“Will I see ya at Lucy and Ricky’s on Saturday?”
This was the closing line in an email my friend Ethel sent me recently (all names and events have been changed throughout this post).
Ah. So, the Ricardo’s were having their holiday party this year, after all. We just weren’t invited. It stung. For maybe 20 seconds.
“Looks like we’ve been cut!” I wrote back, surprised-slash-smiley emoji attached. “But, lest you feel bad for mentioning it,” I continued. “I’d be lying if I didn’t say I’d be kicking and screaming about having to stay in the city if we had been invited. Moreover, seeing YOU would be the biggest reason we’d be psyched to go. And that is easily remedy-able!”
She liked that response. Still, she probably felt a little bad. Asking a friend if he or she is invited to something you’re invited to is about as risky as asking a woman who isn’t your sister or your spouse if she is pregnant. Best to let the news come out on its own.
I felt a smidge of FOMO from not being on the Ricardo’s guest list. It wasn’t exactly FOMO, though. Bertrand and I came up with a new acronym for it: BANBI: Bummed About Not Being Invited. But did we even have a right to be bummed? We hadn’t socialized at the Copacabana in ages, much less had the Richardos over to our place, city or country, in years. So they, like us, had updated their guest list. Life shifts, and so do the people you see more regularly, or less so. Still, just a very mild case of BANBI.
The Ricardo’s notwithstanding, I do have frequent BANBI issues. My friend Kerry (that is her real name) teases me about my paranoia of always assuming that she and our other friends are out at some fabulous dinner without me practically every night.
Instagram only inflames BANBI. I can’t count the number of times I’ve aggressively punched “FOMO!” (or, in my more passive-aggressive nature, “FOMO…”) into the comment line when friends post any event to which I was not included. I am not proud of this. Perhaps if I wrote “BANBI” instead of “FOMO,” the mystery of its meaning would at least blur my blatant immaturity.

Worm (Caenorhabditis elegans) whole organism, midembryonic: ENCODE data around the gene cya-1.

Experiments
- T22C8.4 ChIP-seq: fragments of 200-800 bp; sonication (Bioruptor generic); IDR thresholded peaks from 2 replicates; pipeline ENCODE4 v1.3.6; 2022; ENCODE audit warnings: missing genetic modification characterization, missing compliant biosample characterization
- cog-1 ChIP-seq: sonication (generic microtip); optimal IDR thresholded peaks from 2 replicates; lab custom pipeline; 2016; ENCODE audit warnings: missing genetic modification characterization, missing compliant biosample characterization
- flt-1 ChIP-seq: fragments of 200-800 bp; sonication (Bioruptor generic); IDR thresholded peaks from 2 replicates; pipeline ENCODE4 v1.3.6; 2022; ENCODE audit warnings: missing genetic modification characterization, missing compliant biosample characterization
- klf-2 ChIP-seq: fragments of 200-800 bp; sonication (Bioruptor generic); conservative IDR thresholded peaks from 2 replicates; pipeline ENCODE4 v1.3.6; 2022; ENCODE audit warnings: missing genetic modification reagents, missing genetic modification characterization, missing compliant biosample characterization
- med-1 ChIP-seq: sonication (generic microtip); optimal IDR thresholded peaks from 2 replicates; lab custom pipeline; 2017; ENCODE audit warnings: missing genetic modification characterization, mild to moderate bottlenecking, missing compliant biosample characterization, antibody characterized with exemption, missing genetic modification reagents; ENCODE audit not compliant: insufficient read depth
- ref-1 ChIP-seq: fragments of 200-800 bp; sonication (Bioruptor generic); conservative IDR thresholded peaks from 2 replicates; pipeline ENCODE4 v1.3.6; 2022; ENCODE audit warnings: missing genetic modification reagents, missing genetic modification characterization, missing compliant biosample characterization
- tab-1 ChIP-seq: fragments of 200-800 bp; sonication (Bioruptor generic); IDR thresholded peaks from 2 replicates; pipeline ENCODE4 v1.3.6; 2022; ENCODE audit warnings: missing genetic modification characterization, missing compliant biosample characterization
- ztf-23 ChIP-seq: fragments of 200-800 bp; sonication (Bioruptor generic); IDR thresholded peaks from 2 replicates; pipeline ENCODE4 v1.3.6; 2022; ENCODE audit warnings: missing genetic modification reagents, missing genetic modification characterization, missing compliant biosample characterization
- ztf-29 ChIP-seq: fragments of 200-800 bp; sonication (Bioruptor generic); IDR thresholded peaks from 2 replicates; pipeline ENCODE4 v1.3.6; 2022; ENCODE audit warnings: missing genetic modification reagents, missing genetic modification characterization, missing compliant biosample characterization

Even more uncomfortable than experiencing BANBI is being the cause of it. Back in November, we found ourselves in Lucy and Ricky’s position, but we were called on it. Liz and Dick had us over for dinner, and as we walked up their driveway, Sid and Nancy were pulling in. “Yay!” I exclaimed. We hadn’t seen them since Sid’s gig at CBGB’s last year.
During dinner, Nancy was regaling us with their real estate hunt. “We were really interested in Tom’s house down the street from you,” she said. Tom’s house is gorgeous.
“But it’s so visible!” she continued. “And if you have people over, everyone can see their cars from the street. There’s no place to park in the back, or whatever. It could be weird if you guys drove by and saw all these cars, but we hadn’t invited you. And the same would be weird for you guys, if you had people over, but didn’t invite us.”
Nancy had an interesting point. Our house is pretty much an open book, car-wise.
Then she continued. “Like, when you had some big dinner party last Summer, Patti emailed me that she’d see us there, but we weren’t invited.”
My eyes widened, my face scrunched and I put down my fork. “No!” she exclaimed, touching my arm for emphasis. “It’s ok! We don’t expect you to invite us over! Though it has been a while. But that’s fine!”
It wasn’t fine. It was a weird moment, and I felt guilty and uncomfortable, but I admired her for bringing it up. As I felt these awkward feelings, I distinctly remember thinking, Absorb this. You deserve to feel uncomfortable. Grow up and don’t get defensive.
I emailed Nancy a few days later with a mea culpa and a dinner invite. Any excuse would have sounded defensive and immature. We had neglected them, and we were sorry.
I gave BANBI to too many friends when we got married. I can think of three couples who should have been there, but were cut from the list. Conversely, I can think of six people who were only invited because either they kept asking about our wedding plans (guilt invite) or other reasons I’m too embarrassed or ashamed to admit. It’s been nearly ten years, but, to date, I have apologized to only one wife of the three couples. I had an opportunity to apologize to another one just last week, but I chickened out. Chalk it up to FOBYA (Fear Of Being Yelled At)
A lot of it boils down to math: Unless we all live in warehouses and host only raves, there will always be dinners that we won’t be invited to and dinners that we won’t invite others to. That’s why it’s a good idea to keep guest lists, so you can look back and see that Brad and Angie have been to your last six soirees, while George and Amal haven’t been over since they returned from Venice. Of course, we all have our perma-guests: those who are always invited, because they’re terrific inclusions for so many reasons. They make you laugh or calm you down, they’re always happy to sous chef, or, better yet, can fix a nearly ruined dish, and they generally make the evening better. Ernie and Bert? Take a bow.
But back to Lucy and Ricky. On the day of their shindig, Lucy posted a shot on Instagram of the dish they always serve at this party. “Yum!” I gleefully (passive-aggressively) commented.
She probably didn’t even flinch. At least she didn’t respond with “Thanks!” or “Right??”
Good thing. I hate experiencing FAMP (Frustration At Misinterpreted Point).
Besides, we have our own house specialty. Bertrand’s Campari cocktail: Combine one-third Pellegrino with one-third Campari and one-third freshly squeezed blood orange juice. Add a generous amount of ice and stir. No need to wait for Summer.